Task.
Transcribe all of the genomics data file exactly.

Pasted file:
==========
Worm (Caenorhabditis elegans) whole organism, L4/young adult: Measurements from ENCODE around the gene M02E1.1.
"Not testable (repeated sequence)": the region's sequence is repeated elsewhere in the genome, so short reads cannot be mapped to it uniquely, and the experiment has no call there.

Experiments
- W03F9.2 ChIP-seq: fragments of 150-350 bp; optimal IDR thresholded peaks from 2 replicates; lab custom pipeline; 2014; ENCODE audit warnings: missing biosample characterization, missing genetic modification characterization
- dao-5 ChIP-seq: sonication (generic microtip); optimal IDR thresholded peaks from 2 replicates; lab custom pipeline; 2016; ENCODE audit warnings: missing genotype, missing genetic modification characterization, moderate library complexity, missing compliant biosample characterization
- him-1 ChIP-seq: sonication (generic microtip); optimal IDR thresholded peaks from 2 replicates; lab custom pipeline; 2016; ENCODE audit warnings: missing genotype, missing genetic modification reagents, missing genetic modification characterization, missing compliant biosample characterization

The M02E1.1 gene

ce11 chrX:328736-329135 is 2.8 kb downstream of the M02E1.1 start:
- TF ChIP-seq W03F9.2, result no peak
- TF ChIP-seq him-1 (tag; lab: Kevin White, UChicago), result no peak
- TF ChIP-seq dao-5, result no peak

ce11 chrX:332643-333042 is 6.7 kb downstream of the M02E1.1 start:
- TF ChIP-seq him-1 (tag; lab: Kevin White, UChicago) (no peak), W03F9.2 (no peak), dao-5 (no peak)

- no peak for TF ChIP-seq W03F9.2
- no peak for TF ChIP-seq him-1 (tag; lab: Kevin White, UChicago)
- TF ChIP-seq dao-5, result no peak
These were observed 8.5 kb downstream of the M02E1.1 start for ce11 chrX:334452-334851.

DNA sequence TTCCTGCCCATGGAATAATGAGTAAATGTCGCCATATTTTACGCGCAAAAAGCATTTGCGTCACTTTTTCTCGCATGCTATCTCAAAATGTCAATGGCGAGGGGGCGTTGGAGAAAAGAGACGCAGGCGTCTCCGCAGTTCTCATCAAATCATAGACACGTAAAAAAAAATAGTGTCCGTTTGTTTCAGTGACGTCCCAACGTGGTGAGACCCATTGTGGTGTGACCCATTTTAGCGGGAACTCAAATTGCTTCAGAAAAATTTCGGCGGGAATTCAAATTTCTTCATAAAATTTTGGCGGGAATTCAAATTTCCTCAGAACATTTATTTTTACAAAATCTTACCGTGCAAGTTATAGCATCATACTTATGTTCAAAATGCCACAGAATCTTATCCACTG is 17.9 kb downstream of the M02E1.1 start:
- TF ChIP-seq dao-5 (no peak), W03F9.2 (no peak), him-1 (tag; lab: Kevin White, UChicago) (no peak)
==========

Worm (Caenorhabditis elegans) whole organism, L4/young adult: Measurements from ENCODE around the gene M02E1.1.
"Not testable (repeated sequence)": the region's sequence is repeated elsewhere in the genome, so short reads cannot be mapped to it uniquely, and the experiment has no call there.

Experiments
- W03F9.2 ChIP-seq: fragments of 150-350 bp; optimal IDR thresholded peaks from 2 replicates; lab custom pipeline; 2014; ENCODE audit warnings: missing biosample characterization, missing genetic modification characterization
- dao-5 ChIP-seq: sonication (generic microtip); optimal IDR thresholded peaks from 2 replicates; lab custom pipeline; 2016; ENCODE audit warnings: missing genotype, missing genetic modification characterization, moderate library complexity, missing compliant biosample characterization
- him-1 ChIP-seq: sonication (generic microtip); optimal IDR thresholded peaks from 2 replicates; lab custom pipeline; 2016; ENCODE audit warnings: missing genotype, missing genetic modification reagents, missing genetic modification characterization, missing compliant biosample characterization

The M02E1.1 gene

ce11 chrX:328736-329135 is 2.8 kb downstream of the M02E1.1 start:
- TF ChIP-seq W03F9.2, result no peak
- TF ChIP-seq him-1 (tag; lab: Kevin White, UChicago), result no peak
- TF ChIP-seq dao-5, result no peak

ce11 chrX:332643-333042 is 6.7 kb downstream of the M02E1.1 start:
- TF ChIP-seq him-1 (tag; lab: Kevin White, UChicago) (no peak), W03F9.2 (no peak), dao-5 (no peak)

- no peak for TF ChIP-seq W03F9.2
- no peak for TF ChIP-seq him-1 (tag; lab: Kevin White, UChicago)
- TF ChIP-seq dao-5, result no peak
These were observed 8.5 kb downstream of the M02E1.1 start for ce11 chrX:334452-334851.

DNA sequence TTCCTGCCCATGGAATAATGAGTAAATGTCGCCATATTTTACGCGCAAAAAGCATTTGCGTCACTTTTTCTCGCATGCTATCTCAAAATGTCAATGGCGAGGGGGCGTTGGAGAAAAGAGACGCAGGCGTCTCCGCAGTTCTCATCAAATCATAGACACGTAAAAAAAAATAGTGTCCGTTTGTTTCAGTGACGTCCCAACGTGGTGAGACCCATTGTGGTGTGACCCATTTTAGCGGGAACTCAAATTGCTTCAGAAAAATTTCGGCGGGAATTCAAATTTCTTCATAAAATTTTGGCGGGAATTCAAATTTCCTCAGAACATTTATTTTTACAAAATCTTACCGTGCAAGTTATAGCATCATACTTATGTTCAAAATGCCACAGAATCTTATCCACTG is 17.9 kb downstream of the M02E1.1 start:
- TF ChIP-seq dao-5 (no peak), W03F9.2 (no peak), him-1 (tag; lab: Kevin White, UChicago) (no peak)